Daniel James (British Army soldier)

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Daniel James
Born1962 (age 55–56)
Tehran, Iran
AllegianceBritish Army
RankCorporal
UnitPrincess of Wales' Royal Regiment
Battles/warsAfghanistan Campaign

Daniel James (born Esmail Mohammed Beigi Gamasai,[1] in 1962), is a former British Army corporal who was found guilty of a violation of the Official Secrets Act 1911 for attempting to pass information to Iran.

James was formerly the interpreter and sometimes driver for British Army Lieutenant-General Sir David Richards, who commanded the NATO forces in Afghanistan.[2] James speaks fluent Pashtun and Persian. He attempted to have pass information to Iran about British activities in Helmand Province.

Life in Brighton[edit]

Danny used to run the Club New York (a salsa and hip-hop club) in Brighton opposite Churchill Square. He would teach salsa at this club.[3]

Arrest and Appearance[edit]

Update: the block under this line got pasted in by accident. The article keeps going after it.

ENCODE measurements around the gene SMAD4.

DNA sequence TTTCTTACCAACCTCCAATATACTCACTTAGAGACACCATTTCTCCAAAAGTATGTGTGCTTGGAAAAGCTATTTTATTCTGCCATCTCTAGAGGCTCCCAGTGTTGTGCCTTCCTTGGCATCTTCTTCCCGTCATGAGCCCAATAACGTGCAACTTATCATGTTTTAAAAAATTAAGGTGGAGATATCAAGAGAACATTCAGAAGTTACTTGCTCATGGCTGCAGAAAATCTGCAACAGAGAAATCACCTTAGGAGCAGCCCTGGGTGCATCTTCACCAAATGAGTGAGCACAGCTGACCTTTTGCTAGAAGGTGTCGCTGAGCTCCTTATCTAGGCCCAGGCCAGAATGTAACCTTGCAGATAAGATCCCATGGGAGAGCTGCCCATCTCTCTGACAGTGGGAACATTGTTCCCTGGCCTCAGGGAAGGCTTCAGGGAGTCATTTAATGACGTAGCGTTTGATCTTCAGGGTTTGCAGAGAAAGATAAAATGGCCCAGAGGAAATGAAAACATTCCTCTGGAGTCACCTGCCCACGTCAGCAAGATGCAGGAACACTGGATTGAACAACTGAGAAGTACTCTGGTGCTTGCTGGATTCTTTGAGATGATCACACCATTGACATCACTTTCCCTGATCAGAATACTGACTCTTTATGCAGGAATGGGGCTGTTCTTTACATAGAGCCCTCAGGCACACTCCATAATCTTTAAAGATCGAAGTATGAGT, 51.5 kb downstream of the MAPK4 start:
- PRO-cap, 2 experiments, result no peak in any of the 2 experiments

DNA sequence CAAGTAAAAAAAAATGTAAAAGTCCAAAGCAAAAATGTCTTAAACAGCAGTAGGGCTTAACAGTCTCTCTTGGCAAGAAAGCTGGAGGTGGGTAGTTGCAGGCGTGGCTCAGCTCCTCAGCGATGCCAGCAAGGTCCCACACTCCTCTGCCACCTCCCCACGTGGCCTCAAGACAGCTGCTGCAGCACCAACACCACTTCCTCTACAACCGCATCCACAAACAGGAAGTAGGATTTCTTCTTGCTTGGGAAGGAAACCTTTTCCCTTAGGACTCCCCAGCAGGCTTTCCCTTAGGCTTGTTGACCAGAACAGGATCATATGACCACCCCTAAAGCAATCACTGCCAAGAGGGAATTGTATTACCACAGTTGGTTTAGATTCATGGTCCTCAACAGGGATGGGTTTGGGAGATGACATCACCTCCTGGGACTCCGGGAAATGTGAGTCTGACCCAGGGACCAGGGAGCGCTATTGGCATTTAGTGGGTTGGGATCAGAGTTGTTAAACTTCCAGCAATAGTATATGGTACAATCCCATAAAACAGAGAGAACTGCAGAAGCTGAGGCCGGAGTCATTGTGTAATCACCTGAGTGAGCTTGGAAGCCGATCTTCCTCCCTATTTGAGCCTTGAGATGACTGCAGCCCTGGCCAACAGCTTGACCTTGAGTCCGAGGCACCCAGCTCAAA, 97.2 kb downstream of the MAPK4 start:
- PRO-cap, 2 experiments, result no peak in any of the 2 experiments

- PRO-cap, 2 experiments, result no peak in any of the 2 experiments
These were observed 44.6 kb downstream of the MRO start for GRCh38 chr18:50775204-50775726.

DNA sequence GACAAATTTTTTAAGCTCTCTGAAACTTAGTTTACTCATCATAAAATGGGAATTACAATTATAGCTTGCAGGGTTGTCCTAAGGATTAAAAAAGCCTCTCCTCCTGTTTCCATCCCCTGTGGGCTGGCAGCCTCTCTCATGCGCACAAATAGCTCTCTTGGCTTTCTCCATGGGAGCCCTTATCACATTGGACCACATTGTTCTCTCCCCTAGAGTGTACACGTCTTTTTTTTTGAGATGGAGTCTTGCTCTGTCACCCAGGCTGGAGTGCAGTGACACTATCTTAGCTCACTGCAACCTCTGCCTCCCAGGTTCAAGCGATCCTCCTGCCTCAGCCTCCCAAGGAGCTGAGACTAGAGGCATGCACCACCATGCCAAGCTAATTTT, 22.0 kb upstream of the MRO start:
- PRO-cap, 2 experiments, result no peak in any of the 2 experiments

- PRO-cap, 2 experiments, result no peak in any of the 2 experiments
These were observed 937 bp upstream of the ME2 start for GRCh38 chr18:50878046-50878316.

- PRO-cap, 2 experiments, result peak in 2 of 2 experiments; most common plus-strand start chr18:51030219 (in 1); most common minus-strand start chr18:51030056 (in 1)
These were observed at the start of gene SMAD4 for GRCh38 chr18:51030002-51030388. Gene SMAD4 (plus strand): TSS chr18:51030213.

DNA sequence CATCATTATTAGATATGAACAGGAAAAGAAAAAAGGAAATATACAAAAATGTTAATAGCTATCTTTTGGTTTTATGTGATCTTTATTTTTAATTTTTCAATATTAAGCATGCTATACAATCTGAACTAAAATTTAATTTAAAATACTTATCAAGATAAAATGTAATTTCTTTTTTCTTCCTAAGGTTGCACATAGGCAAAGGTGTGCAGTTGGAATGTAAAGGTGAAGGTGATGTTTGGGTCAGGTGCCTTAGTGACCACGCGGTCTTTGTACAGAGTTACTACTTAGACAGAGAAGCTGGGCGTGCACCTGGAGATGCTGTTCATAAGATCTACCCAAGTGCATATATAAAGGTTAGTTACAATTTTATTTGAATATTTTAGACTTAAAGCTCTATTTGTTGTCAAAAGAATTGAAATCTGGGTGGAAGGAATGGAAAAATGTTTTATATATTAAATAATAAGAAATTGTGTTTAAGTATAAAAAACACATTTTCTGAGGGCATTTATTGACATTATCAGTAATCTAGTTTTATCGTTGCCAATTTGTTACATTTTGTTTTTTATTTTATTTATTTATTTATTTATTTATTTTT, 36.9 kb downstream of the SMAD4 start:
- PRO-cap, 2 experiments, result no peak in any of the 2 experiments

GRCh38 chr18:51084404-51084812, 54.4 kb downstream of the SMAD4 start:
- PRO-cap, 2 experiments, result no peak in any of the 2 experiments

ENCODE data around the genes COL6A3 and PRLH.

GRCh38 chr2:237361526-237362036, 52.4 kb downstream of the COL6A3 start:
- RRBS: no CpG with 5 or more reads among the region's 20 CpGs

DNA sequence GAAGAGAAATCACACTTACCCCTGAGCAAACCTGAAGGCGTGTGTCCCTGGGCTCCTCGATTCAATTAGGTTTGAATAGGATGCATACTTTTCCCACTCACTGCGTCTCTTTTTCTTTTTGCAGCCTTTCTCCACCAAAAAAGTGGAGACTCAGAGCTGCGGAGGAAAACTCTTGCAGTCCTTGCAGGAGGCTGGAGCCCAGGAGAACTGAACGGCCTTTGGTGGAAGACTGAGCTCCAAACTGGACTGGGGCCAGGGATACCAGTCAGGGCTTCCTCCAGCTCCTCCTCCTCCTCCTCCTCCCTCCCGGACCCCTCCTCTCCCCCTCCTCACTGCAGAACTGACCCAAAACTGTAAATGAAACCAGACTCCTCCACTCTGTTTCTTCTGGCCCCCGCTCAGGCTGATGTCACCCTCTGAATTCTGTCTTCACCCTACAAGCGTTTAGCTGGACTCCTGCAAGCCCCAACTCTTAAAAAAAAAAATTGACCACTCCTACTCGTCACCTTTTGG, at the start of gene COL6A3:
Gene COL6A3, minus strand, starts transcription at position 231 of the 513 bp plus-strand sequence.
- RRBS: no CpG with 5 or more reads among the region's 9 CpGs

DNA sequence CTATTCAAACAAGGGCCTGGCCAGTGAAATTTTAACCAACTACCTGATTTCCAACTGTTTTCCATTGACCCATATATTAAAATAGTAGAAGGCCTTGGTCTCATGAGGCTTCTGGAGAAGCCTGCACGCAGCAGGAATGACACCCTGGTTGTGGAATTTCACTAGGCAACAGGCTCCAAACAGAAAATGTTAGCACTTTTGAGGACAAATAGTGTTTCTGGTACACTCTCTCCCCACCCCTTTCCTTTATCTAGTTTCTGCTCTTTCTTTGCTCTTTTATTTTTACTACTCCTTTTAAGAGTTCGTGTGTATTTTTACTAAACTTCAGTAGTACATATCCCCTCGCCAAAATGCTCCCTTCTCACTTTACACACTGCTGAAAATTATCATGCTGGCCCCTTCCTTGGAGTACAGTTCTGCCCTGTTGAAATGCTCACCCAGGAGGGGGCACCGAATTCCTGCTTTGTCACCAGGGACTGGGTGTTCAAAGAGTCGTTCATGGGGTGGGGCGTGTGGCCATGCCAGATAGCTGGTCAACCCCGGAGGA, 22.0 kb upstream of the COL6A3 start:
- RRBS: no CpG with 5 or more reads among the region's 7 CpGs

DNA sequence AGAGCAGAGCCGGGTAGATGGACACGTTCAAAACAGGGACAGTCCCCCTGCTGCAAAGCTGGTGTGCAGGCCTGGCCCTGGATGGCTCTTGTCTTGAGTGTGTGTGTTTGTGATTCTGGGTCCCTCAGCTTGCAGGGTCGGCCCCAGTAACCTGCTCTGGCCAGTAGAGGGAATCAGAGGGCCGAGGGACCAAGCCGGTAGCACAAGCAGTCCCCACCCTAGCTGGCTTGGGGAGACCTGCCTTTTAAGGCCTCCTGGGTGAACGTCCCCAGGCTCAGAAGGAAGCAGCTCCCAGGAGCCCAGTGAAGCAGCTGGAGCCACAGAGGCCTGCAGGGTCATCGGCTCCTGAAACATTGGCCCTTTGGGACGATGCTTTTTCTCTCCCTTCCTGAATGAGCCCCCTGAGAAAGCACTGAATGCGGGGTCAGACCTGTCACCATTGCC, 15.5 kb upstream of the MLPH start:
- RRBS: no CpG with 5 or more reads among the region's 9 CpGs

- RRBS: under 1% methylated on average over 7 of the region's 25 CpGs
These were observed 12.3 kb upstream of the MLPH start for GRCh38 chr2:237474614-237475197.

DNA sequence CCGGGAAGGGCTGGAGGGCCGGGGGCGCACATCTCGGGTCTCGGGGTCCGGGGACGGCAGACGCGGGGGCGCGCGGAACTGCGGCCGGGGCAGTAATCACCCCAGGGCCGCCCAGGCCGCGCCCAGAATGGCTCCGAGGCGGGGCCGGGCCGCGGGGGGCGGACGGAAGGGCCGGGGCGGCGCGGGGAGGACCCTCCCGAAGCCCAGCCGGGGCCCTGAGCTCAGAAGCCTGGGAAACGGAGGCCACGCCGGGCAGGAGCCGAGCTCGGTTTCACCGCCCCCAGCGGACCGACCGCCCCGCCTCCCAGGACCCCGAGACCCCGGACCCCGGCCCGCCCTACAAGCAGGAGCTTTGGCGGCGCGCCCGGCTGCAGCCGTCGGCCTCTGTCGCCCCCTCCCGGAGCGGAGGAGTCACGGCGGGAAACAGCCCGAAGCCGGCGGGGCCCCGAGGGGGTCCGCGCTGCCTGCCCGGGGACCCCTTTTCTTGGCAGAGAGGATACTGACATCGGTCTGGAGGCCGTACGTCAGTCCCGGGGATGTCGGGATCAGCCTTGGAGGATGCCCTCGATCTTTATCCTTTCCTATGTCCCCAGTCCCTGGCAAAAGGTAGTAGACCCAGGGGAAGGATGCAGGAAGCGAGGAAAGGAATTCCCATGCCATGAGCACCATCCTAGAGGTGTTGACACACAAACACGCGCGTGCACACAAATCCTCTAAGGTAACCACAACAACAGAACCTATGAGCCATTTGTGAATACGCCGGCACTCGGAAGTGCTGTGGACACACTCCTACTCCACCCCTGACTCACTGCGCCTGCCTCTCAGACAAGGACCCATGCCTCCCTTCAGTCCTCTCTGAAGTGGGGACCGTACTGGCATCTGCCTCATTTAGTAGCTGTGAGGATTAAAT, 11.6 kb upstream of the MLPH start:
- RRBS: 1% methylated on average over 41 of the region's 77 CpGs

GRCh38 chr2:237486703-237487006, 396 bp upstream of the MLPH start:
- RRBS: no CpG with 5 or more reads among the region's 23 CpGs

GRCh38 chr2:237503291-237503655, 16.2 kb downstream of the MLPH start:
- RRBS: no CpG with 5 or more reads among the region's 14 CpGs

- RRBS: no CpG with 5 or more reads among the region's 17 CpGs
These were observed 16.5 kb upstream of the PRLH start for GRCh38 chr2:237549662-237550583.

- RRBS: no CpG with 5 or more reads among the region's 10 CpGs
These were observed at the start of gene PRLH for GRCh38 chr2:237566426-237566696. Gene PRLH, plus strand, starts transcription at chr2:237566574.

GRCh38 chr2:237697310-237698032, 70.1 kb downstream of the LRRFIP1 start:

James' charges were read in the City of Westminster Magistrates' Court in London and was charged under Section 1 of the Official Secrets Act 1911. Action was taken very quickly, so that the then Attorney-General, Lord Goldsmith, had not approved the prosecution before James was told of the charge. The full charge read on court on 2 November 2006 was that he was charged for a "purpose prejudicial to the safety of the State and that he "communicated to be directly or indirectly useful to the enemy." He was tried before Senior District Judge Timothy Workman.[4]

In November 2008 he was found guilty by a jury of spying for Iran on a charge of 'communicating information useful to an enemy',[5] and sentenced to ten years imprisonment.[6] The jury failed to agree verdicts on two other charges relating to his possession of sensitive documents on a USB memory stick, and of misconduct in a public office, and these charges were left on the table.

Notes[edit]

  1. ^ globeandmail.com: Front
  2. ^ Top British Army aide accused of spying - Telegraph
  3. ^ Norton-Taylor, Richard; Williams, Rachel (2008-11-06). "Daniel James: from salsa king to military spy". The Guardian. Retrieved 2016-07-21.
  4. ^ British soldier 'gave Army secrets to Iran' - World - Times Online
  5. ^ BBC News
  6. ^ BBC News